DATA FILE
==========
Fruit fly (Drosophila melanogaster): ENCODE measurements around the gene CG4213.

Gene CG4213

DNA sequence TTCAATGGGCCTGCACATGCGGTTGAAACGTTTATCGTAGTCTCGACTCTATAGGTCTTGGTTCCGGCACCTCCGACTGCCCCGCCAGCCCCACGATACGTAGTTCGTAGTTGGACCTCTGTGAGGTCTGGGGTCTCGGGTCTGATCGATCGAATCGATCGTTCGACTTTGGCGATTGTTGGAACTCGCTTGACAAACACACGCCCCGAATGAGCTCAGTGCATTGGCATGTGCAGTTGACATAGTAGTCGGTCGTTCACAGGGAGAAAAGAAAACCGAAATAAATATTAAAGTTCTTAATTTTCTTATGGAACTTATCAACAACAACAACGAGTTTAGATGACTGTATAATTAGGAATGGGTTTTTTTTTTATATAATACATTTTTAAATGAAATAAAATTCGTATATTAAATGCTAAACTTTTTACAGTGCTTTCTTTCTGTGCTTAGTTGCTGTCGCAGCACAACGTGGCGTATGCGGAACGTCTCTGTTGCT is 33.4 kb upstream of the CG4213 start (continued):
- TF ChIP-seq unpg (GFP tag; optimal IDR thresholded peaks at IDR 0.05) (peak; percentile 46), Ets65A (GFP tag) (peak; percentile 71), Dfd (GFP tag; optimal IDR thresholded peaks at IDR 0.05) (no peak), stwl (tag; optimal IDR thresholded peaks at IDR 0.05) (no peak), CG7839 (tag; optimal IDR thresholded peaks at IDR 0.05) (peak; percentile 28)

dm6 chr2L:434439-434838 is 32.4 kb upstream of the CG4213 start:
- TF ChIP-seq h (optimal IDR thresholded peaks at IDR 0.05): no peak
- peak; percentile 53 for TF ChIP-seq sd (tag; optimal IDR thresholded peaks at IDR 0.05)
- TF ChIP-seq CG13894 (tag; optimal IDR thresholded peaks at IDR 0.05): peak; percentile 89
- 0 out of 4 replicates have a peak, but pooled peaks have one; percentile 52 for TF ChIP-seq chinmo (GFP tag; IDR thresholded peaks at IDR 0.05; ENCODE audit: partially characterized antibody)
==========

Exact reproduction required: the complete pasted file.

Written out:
Fruit fly (Drosophila melanogaster): ENCODE measurements around the gene CG4213.

Gene CG4213

DNA sequence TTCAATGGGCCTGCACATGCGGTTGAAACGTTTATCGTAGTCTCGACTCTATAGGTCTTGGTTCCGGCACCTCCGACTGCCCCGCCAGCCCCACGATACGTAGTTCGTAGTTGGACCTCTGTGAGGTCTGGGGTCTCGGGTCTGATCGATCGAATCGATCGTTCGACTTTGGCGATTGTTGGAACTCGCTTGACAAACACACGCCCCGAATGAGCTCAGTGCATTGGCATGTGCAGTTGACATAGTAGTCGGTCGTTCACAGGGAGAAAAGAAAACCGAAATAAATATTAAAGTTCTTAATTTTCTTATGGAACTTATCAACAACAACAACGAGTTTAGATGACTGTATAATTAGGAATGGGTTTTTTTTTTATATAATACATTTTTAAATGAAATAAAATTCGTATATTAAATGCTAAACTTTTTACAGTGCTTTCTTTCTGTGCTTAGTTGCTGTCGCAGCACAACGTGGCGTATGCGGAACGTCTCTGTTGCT is 33.4 kb upstream of the CG4213 start (continued):
- TF ChIP-seq unpg (GFP tag; optimal IDR thresholded peaks at IDR 0.05) (peak; percentile 46), Ets65A (GFP tag) (peak; percentile 71), Dfd (GFP tag; optimal IDR thresholded peaks at IDR 0.05) (no peak), stwl (tag; optimal IDR thresholded peaks at IDR 0.05) (no peak), CG7839 (tag; optimal IDR thresholded peaks at IDR 0.05) (peak; percentile 28)

dm6 chr2L:434439-434838 is 32.4 kb upstream of the CG4213 start:
- TF ChIP-seq h (optimal IDR thresholded peaks at IDR 0.05): no peak
- peak; percentile 53 for TF ChIP-seq sd (tag; optimal IDR thresholded peaks at IDR 0.05)
- TF ChIP-seq CG13894 (tag; optimal IDR thresholded peaks at IDR 0.05): peak; percentile 89
- 0 out of 4 replicates have a peak, but pooled peaks have one; percentile 52 for TF ChIP-seq chinmo (GFP tag; IDR thresholded peaks at IDR 0.05; ENCODE audit: partially characterized antibody)